“Time catches up to you…and comes for us all” sings Matty James Cassidy during the chorus of ‘After All’, an instant highlight from his 2020 full length release ‘Old Souls’. It’s a sentiment that really seems to fit, as for the artist formerly known as Matty James, it seems he’s had nothing but time to reach this point in his career. Over a series of independent releases, he’s honed his mix of rock, blues and country to the point where this album genuinely sounds like a work calling out for greater attention. For anyone previously aware of Cassidy’s work, it’s a record that will more than entertain and thanks to a stronger sounding band and a much better production value, he’s turned in some of his best songs to date. ‘Old Souls’ has very clearly been made on a bigger budget, although fans should not worry that “bigger budget” somehow translates into “smoother material”, or be a case of that old chestnut “selling out” (a favourite war cry by record buyers who fear change and aren’t musicians themselves).
On some of these numbers, Matty’s voice is much more gravelly than in his ‘Last One To Die’ days back in 2014, but with the extra gruffness comes an extra confidence and his backing band have also bolstered their musical chops to accommodate a much better vocal throughout. This is immediately clear on the album’s title track, when Cassidy applies his previous rock ‘n’ roll grit to a heavy reggae rhythm which provides the ideal backdrop for a vocal that crosses a boundary from his previous country rock/bar-room sounds into something a little more Nick Cave influenced. Although his voice has a huge presence on this number, a sleazy sax and deep bass do a great deal of the heavy lifting, musically speaking, and everything comes together as if it were written for the soundtrack of a big US TV show. Showing off more of his country rock chops, ‘Anodyne’ swaggers with a semi-acoustic riff, a rattling piano accompaniment and more honking sax. With it’s whiskey soaked mood, lax backing vocals and shamelessly old-school heart, it’s so easy to imagine this being inspired by an old Uncle Tupelo tune. With country influences jostling against the 70s rock grit, it gives the album something that is in keeping with Matty’s previous work, though never seems like a mere retread.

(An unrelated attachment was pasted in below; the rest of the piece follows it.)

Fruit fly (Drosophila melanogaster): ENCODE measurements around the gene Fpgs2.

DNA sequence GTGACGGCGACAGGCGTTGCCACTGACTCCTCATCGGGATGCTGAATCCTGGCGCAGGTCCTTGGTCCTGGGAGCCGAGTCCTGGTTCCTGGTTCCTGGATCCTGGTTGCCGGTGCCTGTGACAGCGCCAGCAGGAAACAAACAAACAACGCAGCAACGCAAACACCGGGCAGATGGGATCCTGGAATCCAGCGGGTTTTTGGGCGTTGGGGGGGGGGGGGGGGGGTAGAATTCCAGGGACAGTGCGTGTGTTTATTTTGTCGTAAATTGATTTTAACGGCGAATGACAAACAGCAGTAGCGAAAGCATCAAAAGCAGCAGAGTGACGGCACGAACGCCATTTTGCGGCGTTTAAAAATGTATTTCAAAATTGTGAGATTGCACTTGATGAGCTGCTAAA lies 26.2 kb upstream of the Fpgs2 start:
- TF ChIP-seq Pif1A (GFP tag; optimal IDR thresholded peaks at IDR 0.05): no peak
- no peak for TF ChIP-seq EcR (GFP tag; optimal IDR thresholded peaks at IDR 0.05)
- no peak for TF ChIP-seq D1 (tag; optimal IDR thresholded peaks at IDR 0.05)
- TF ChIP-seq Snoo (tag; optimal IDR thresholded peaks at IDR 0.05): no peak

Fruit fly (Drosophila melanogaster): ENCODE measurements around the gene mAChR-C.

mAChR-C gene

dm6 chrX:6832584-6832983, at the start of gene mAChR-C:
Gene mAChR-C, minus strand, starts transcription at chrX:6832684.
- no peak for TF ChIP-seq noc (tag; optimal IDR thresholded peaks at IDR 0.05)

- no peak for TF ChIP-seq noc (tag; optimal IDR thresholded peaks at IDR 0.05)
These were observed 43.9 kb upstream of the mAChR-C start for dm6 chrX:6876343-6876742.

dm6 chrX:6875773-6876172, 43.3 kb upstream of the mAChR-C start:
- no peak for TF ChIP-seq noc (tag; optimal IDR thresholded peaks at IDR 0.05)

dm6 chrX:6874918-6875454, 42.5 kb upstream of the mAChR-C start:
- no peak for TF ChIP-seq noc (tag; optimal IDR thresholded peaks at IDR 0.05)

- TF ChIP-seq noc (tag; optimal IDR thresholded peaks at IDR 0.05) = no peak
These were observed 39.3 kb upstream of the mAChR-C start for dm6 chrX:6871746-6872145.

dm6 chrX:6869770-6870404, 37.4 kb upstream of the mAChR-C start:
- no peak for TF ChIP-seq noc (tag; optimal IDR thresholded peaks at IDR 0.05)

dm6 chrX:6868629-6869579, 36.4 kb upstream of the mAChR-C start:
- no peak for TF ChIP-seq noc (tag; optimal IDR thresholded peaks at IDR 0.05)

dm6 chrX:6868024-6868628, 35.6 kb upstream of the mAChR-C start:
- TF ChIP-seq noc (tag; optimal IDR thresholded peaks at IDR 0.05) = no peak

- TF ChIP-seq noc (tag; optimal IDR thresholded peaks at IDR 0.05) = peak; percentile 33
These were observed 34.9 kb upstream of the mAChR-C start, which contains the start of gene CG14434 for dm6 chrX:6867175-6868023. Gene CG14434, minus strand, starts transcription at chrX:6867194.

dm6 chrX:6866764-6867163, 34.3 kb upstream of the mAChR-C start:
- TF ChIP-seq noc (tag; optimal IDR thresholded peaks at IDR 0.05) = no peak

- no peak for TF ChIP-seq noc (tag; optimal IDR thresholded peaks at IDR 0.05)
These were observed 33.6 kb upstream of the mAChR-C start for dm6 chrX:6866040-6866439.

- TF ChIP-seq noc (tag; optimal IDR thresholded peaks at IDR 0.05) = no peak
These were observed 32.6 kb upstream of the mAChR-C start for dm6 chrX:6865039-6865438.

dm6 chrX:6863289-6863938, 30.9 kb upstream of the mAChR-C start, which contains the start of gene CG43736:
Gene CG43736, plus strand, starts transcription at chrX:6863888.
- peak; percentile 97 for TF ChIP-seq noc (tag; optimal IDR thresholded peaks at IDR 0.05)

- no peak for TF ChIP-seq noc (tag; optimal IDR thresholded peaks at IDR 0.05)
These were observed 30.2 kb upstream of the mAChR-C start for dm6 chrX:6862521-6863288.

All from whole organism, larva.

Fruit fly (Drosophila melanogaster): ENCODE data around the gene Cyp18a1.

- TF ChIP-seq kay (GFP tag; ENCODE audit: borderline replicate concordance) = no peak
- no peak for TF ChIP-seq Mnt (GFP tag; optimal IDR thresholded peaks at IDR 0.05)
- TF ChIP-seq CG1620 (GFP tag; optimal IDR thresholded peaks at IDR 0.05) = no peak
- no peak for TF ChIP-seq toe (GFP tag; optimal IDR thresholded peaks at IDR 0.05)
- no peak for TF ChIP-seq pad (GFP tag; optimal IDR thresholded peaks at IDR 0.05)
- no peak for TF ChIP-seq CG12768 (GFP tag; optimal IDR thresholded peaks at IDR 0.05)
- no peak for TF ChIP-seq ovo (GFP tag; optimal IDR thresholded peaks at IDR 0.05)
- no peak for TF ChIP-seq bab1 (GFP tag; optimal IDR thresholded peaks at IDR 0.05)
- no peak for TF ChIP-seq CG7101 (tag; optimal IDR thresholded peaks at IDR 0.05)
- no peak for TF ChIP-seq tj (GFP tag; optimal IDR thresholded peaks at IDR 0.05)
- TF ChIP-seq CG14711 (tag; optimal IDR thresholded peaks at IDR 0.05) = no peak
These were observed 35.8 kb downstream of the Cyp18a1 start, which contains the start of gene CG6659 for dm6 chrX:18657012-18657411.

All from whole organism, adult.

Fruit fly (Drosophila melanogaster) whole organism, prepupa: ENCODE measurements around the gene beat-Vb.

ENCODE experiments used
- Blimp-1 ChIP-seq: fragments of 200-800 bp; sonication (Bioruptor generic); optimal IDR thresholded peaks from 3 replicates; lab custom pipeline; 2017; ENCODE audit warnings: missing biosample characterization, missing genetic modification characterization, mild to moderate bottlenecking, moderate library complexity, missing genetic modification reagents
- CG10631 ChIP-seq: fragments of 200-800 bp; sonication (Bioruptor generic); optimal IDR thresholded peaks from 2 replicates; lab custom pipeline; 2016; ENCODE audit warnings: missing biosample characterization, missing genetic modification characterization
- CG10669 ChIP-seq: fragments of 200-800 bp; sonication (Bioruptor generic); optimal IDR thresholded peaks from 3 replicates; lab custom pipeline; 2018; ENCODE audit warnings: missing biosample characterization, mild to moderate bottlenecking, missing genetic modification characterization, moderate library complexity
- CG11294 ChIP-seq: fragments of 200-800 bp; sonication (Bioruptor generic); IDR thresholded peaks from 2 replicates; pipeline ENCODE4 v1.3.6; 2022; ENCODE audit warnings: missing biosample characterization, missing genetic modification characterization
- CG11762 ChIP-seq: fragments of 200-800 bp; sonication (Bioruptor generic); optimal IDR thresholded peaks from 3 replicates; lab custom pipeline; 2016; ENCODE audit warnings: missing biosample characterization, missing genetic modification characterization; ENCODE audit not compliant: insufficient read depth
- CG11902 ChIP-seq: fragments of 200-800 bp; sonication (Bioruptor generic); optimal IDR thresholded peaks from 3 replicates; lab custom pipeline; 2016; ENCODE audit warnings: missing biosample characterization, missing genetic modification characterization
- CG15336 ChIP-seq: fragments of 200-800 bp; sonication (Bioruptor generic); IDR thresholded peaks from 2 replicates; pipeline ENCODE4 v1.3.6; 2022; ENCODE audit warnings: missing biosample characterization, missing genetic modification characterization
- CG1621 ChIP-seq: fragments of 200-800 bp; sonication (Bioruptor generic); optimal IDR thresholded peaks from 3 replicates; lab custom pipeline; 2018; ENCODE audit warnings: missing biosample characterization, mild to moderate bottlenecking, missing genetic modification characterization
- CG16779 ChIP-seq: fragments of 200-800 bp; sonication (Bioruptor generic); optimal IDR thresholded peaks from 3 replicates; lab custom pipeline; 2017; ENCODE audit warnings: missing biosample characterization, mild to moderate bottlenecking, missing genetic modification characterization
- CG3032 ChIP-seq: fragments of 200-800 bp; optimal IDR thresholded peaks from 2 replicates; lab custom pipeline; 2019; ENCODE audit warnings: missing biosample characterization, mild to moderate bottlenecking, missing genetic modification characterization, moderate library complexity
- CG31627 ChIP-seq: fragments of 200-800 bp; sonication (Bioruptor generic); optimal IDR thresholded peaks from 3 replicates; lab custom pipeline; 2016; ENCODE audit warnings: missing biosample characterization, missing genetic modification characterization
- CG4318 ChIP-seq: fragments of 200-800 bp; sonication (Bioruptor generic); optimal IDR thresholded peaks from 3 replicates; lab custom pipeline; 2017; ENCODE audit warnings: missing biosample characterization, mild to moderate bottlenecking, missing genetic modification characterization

For those hoping for a rockier slant, ‘Said & Done’ is an instant classic driven by a freight train riff and aggressive harmonica lick. Over a timeless roots rock sound, Matty hammers through a vocal performance that more than occasionally has the spirit of a Ricky Warwick solo recording. In and out in just a little over two minutes, this is a perfect showcase for his punchier side; it’s a tune so concerned with whipping up energy, the riff doesn’t even break for a guitar solo or any kind of flashiness. It’s just good, honest bar-room trashiness…and all the better for it, while ‘Born Ancient’ offers an inspired mix of vocal toughness and Celtic folk melody. Although not necessarily a number that’ll be immediately taken to the hearts of rock fans, there’s something within its heartfelt mood that’ll win people over in time. Maybe it’s the use of a melody you’ve always known; maybe it’s Matty’s abilities to channel the strains of Ricky Warwick in his delivery; maybe it’s the confidence that brims throughout – whatever it is, there’s a lot to like here. Between the harmonica riff and warm bass sounds that kick start ‘Rosary’ (released as a digital single ahead of the album), for the briefest of moments, it sounds like Matty is about to launch into a deep cut from The Rolling Stones circa ‘Bridges To Babylon’. However, this goes out of the window once he mismatches a jaunty tune with an old-style country croon and although, on the surface, this more than shows his melting pot of influences in one hit, first listens suggest those talents are far better served on most of the other tracks. First listens aren’t always correct and, in time, the lyrical concerns surrounding a deck of cards, a bet with the devil and the goings-on in the back room of a small town bar conjure such sharp imagery and the simple melody is one that really sticks. By the time you become really familiar with the album, this becomes the track you’re most likely to sing at random.